This article is sponsored by AlayaCare. This article is based on a discussion on home healthcare with Brady Murphy, Chief Revenue Officer at AlayaCare. The discussion took place on September 15, 2022, at the FUTURE Home Health Care News conference in New York. The article below has been edited for length and clarity.
Home Healthcare News: Today we’re going to talk about trends in home healthcare and how the development of technology is key to shaping the future of the industry. We’ll touch on everything from value-based care to workforce to partnerships.
We currently have many changes in home healthcare payment systems. How do you see payment model changes such as the home healthcare value-based purchase model, for example, shaping the industry and the direction in which it is moving?
Brady Murphy: We’ve partnered with a survey with Home Health Care News. We’re always gathering new opinions and contributions, and while we like to be assured that the information is good enough, it needs to be backed up with data.
We did a survey with Home Health Care News, and asked people, in the next 3-5 years, if they thought their income would be more than 50% based on performance? Forty-two percent of those respondents said they will, which was interesting, based on my observation. In terms of some of these ideas and implications, that still means that you really know the definitive metrics in terms of these performance-based contracts.
When we’ve talked to our clients who do this, they tell us, “You really have to do these three things; First, you need to be flexible. You have to allow us to be creative in how we make various assumptions, how we can influence change. The second thing,” they said, “is that you have to give us a comparative analysis. Fortunately, AlayaCare is a relatively young company at eight years old, but with the aggregate data we already have, we can create accurate and useful benchmarks. These benchmarks were inspired by this question itself. Finally, they wanted us to understand exactly where they sit on various bell curves. People say the staffing is overloaded. Well, how do you measure performance when there is a stress variable? »
Finally, our users have asked for the ability to pivot. They want to rotate the more random things so that we really have confidence in the performance contracts we are about to face.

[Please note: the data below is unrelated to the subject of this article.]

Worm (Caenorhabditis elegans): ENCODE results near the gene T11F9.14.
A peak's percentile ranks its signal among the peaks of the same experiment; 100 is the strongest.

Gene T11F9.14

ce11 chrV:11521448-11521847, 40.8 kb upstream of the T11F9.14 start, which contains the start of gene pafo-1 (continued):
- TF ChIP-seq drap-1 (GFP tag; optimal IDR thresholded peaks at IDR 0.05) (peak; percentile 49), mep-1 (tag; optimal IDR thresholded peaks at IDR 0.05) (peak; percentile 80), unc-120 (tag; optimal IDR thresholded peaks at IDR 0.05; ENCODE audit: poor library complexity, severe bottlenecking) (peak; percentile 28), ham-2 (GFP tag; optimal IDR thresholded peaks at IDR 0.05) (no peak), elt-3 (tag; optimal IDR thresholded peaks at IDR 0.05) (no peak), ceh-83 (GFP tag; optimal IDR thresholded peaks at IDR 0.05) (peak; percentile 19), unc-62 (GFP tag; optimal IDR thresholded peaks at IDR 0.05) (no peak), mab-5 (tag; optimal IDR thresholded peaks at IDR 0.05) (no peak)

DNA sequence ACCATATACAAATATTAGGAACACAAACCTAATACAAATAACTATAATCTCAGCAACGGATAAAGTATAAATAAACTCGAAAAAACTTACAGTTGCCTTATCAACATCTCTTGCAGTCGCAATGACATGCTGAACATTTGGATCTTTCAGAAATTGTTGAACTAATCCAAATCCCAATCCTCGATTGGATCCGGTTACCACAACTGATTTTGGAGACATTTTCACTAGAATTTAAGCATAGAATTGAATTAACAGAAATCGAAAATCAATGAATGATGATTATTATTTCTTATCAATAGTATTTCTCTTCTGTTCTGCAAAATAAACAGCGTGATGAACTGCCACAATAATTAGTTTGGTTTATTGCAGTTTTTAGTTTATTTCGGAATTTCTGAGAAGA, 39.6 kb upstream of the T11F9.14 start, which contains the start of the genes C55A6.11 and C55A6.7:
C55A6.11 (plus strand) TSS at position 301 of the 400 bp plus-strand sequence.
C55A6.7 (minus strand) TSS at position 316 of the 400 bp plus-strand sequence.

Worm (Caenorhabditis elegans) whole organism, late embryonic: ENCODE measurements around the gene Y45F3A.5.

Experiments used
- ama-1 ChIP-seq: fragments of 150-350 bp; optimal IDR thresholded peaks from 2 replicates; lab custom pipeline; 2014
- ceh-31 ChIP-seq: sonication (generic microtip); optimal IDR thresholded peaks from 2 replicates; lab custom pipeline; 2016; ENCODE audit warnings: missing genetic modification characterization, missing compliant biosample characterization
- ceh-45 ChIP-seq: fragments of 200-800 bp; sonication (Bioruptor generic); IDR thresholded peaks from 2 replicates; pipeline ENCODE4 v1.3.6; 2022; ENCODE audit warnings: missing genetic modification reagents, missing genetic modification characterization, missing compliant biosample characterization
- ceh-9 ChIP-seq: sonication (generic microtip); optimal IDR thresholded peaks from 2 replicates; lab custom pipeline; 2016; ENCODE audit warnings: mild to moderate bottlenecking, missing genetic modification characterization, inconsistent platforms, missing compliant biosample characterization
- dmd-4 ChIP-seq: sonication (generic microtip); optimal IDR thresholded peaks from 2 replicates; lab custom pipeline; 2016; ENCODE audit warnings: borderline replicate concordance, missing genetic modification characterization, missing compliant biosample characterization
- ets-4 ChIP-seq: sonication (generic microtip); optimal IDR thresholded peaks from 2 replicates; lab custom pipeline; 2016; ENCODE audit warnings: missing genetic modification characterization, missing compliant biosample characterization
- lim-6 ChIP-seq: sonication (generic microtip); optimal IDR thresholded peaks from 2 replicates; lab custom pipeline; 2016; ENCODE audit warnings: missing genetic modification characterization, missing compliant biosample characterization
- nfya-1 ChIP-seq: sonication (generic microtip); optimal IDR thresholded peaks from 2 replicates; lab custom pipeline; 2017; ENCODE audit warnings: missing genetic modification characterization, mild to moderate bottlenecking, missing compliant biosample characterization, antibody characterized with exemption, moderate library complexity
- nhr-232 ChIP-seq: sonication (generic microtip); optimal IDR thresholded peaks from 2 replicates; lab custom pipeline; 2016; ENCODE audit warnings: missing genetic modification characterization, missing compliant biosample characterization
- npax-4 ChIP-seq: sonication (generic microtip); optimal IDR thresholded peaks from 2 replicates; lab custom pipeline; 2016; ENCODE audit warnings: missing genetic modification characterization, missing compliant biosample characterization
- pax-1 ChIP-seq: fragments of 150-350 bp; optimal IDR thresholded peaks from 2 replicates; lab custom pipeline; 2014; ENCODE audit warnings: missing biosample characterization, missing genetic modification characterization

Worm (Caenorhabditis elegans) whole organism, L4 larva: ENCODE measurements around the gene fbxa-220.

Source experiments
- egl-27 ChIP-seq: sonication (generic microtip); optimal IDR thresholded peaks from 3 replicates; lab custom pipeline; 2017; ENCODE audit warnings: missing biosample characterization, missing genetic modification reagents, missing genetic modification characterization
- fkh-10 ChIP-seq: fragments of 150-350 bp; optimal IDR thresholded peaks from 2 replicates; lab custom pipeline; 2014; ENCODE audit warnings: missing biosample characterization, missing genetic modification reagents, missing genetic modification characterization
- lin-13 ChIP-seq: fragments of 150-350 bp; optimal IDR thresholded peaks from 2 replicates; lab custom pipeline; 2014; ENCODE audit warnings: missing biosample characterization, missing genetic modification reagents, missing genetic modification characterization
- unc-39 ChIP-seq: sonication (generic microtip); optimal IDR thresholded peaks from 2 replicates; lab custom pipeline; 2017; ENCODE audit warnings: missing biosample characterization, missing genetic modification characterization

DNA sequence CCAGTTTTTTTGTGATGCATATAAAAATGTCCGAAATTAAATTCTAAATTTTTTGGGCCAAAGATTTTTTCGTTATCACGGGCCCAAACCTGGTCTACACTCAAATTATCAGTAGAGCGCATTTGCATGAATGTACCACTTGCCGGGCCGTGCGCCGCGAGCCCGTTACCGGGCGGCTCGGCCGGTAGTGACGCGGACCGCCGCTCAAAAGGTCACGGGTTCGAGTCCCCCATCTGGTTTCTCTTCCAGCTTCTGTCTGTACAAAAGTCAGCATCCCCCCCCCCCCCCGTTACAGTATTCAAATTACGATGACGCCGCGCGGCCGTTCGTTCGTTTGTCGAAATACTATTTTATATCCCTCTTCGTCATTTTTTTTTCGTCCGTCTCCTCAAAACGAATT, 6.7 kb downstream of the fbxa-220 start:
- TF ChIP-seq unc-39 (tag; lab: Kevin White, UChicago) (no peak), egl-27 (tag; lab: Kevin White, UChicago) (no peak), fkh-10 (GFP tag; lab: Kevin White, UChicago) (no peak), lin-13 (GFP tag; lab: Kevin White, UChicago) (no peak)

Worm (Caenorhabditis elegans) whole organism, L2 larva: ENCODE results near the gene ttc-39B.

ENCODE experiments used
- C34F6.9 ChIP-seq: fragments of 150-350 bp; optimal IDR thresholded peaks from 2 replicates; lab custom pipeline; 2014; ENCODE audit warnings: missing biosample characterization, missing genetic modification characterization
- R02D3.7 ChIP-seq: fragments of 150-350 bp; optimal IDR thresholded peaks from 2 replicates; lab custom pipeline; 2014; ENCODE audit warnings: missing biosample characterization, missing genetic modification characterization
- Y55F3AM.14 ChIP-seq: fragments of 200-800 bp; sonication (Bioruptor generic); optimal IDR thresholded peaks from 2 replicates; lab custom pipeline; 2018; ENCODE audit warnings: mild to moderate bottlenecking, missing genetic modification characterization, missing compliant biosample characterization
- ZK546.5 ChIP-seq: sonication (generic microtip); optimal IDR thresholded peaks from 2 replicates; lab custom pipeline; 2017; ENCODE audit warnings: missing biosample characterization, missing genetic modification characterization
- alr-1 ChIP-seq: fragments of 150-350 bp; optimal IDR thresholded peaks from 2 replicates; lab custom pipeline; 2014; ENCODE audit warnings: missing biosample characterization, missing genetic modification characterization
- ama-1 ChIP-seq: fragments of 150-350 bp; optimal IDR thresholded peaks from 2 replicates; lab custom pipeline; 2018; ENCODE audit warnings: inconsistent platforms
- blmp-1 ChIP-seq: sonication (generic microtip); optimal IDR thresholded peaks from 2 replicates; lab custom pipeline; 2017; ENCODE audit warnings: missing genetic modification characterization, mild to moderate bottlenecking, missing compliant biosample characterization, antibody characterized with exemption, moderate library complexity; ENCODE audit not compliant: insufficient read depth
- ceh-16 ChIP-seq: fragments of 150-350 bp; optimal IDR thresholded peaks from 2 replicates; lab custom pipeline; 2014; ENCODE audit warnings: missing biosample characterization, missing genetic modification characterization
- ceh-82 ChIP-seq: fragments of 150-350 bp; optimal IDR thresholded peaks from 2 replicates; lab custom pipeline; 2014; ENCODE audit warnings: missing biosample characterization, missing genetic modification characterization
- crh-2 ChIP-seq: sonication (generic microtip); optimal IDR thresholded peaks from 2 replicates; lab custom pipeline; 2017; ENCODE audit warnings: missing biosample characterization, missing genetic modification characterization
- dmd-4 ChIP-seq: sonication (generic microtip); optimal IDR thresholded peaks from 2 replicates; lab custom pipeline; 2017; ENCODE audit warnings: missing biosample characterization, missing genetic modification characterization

HHCN: I really want to take that stat home, because it’s amazing that in this survey we did together, 42% of respondents said they expected value-based care contracts to be more than half of their income over the next 3 years. 5 years old, which is fast approaching. Shifting gears, a bit, I want to talk about partnerships. How can home care agencies better leverage partnerships to improve outcomes for their clients?
Murphy: We surveyed all of our clients and looked at how many of them had at least one partnership, which was ninety-eight percent. It was interesting. Then we took it a step further and looked at our major clients and businesses. We have seen that 80% of them have more than 5 integrations. The other a-ha moment was when we also looked at clients that have more integrations; how are their revenue trends changing from a revenue perspective? They doubled faster than any of the others compared to this cohort.
We certainly need to look at cause and effect here, but I would argue that more integrations are allowed, which is what our customers have told us. There were three things there. Compliance with the rules, which also helped in terms of being able to differentiate the patient experience. If you have all of these different direct-to-consumer tools that integrate into your system or case, it helps you differentiate yourself to the client, as well as your caregivers. The second and third were retention and recruitment, another important part of using these integrations in the war on talent. You need to be able to create your unique experience that is different from everyone else and integrations help you do that.
HHCN: When we talk about partnerships in this context, what partnerships are we talking about?